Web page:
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Cushing?s syndrome might be underappreciated in patients seeking

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I blogged about this newly published research at Bariatric surgery: Not the answer for obesity and "hidden" Cushing's syndrome


I'll try to paste the text of the article here:


Case report

Cushing?s syndrome might be underappreciated in patients seeking

bariatric surgery: a plea for screening

Maria Fleseriu, M.D.a,d, William H. Ludlam, M.D., Ph.D.b, Swee H. Teh, M.D.c,


Chris G. Yedinak, F.N.P.d, Clifford Deveney, M.D.c, Brett C. Sheppard, M.D.c,*

aPituitary Center, Department of Medicine, Oregon Health & Science University, Portland, Oregon

bSeattle Pituitary Center, Neuroscience Institute, Swedish Medical Center, Seattle, Washington

cDepartment of Surgery, Oregon Health & Science University, Portland, Oregon

dDepartment of Neurosurgery, Oregon Health & Science University, Portland, Oregon


Received April 24, 2008; revised September 3, 2008; accepted September 8, 2008

Keywords: Cushing?s syndrome; Hypercortisolism; Adrenocorticotropic hormone; ACTH; Bariatric surgery; Urine free cortisol; Dexamethasone suppression test; Midnight salivary test


Morbid obesity is increasing in developed countries. Nonoperative therapy remains the mainstay of management. However, the results are often not satisfactory [1]. Bariatric surgery is an effective therapy and results in long-term weight loss. Thus, the number of patients undergoing bariatric surgery is increasing.


Morbid obesity can sometimes be caused by unidentified co-morbid conditions [2]. For instance, Cushing?s syndrome (CS) is a potentially reversible cause of obesity and is often characterized by rapid weight gain. However, CS can also have a more gradual onset of physical features, making diagnosis difficult. The clinical expression of CS is not always florid, and mild hypercortisolism can present as weight gain, diabetes, and/or hypertension (HTN).


We report on 2 patients who underwent bariatric surgery before we diagnosed their CS. Both had adverse sequelae from undiagnosed CS. One patient had progression of obe?sity, multiple vertebral compression fractures, poorly con?trolled diabetes and HTN during a 10-year period, and the second patient ultimately died.


Case report

Case 1

A 50-year-old obese woman (body mass index [bMI] 39 kg/m2) presented with hypertension and hyperglycemia. Sixteen years previously she had undergone open vertical banded gastroplasty followed by 2 revisional gastroplasties for weight loss failure. At presentation to our institution she had clinical features strongly suggestive of Cushing?s syn?drome. These included facial plethora and rounding, a dor?socervical hump, supraclavicular fat pad filling, increased central obesity, proximal muscle weakness, and easy bruis?ing. All these clinical features, with the exception of muscle weakness, had been present, but much less obvious, 16 years earlier and before she had undergone vertical banded gastroplasty. Biochemical testing confirmed hypercorti?solism. The test results included a urine free cortisol (UFC) level of 2400 �g/d (normal �50), a random adrenocortico?tropin hormone (ACTH) level of 70 pg/mL (normal �46), and a midnight serum cortisol (MNSC) level of 12 �g/dL (normal �5).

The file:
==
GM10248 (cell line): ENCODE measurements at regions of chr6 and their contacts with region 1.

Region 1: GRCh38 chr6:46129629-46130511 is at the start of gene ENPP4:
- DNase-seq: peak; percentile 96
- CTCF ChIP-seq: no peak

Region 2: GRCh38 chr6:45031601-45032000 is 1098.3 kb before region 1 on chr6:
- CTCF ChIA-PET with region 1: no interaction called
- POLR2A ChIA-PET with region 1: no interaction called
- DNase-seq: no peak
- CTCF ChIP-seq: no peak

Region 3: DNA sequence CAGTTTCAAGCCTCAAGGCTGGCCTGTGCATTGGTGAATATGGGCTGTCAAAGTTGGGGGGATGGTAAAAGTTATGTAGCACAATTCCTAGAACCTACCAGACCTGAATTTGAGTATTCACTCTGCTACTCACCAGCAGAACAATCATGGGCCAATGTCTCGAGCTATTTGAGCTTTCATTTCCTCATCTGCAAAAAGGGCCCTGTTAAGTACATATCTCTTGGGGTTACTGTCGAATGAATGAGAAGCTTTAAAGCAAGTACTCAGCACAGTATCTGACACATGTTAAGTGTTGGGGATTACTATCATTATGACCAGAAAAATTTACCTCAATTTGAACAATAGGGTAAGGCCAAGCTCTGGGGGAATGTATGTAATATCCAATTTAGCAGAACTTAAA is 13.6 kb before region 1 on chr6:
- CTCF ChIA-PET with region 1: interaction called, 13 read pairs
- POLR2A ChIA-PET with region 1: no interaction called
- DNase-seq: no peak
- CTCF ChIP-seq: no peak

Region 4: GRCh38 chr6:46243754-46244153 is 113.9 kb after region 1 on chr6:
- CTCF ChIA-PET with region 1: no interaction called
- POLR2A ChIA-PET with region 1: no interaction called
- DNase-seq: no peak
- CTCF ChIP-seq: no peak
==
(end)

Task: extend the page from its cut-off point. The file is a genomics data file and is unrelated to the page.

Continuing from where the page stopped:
Pituitary magnetic resonance imaging revealed a 1.0-cm neoplasm. Two attempts to resect the pituitary tumor did not cure her hypercortisolemia. She was successfully treated with laparoscopic bilateral adrenalectomy (BLA). At the last follow-up visit, 3 years after adrenalectomy, she was taking physiologic doses of glucocorticoid and mineralocor?ticoid replacement. Her glucose management has substantially improved, and she has lost 50 lb since undergoing BLA.


Case 2

A 27-year-old man developed rapid weight gain at 20 years of age. He became morbidly obese (BMI 53 kg/m2) and developed hypertension, hyperlipidemia, and obstruc?tive sleep apnea. Three years before presentation he had undergone Roux-en-Y gastric bypass. He lost 170 lb but continued to complain of persistent nausea and abdominal pain. He underwent laparoscopic exploration, but no me?chanical cause of his complaints was found. On presentation to our institution, he had a BMI of 20 kg/m2. He described symptoms suggestive of hypercortisolism. These included lower extremity edema, facial plethora, facial rounding, a dorsocervical hump, acne, proximal muscle weakness, and neuropsychiatric symptoms. These symptoms had all been present before the initial bariatric surgery but had been of a lesser magnitude. Biochemical testing confirmed hypercor?tisolism. The test results included a UFC of 193 �g/d, multiple ACTH tests that were in the normal range (i.e., not suppressed), a dexamethasone/corticotropin-releasing hor?mone stimulation test of 2.0 �g/dL at 15 minutes after corticotropin-releasing hormone stimulation (serum dexa?methasone level 1114 ng/dL), an overnight low-dose (1-mg) dexamethasone suppression test result of 9.5 �g/dL, and a cavernous sinus sampling test that indicated the inappropri?ate ACTH source was on the right side of the pituitary. Magnetic resonance imaging demonstrated a 2-mm right-sided pituitary microadenoma. He underwent transsphenoi?dal resection that was not curative. Because of the malnu?trition, we considered reversing his Roux-en-Y divided gastric bypass before BLA. However we believed control of his hypercortisolism first would help manage his other symptoms. Four weeks after his pituitary surgery, he devel?oped gallstone pancreatitis with necrosis and hemorrhage and died of progressive multiorgan failure.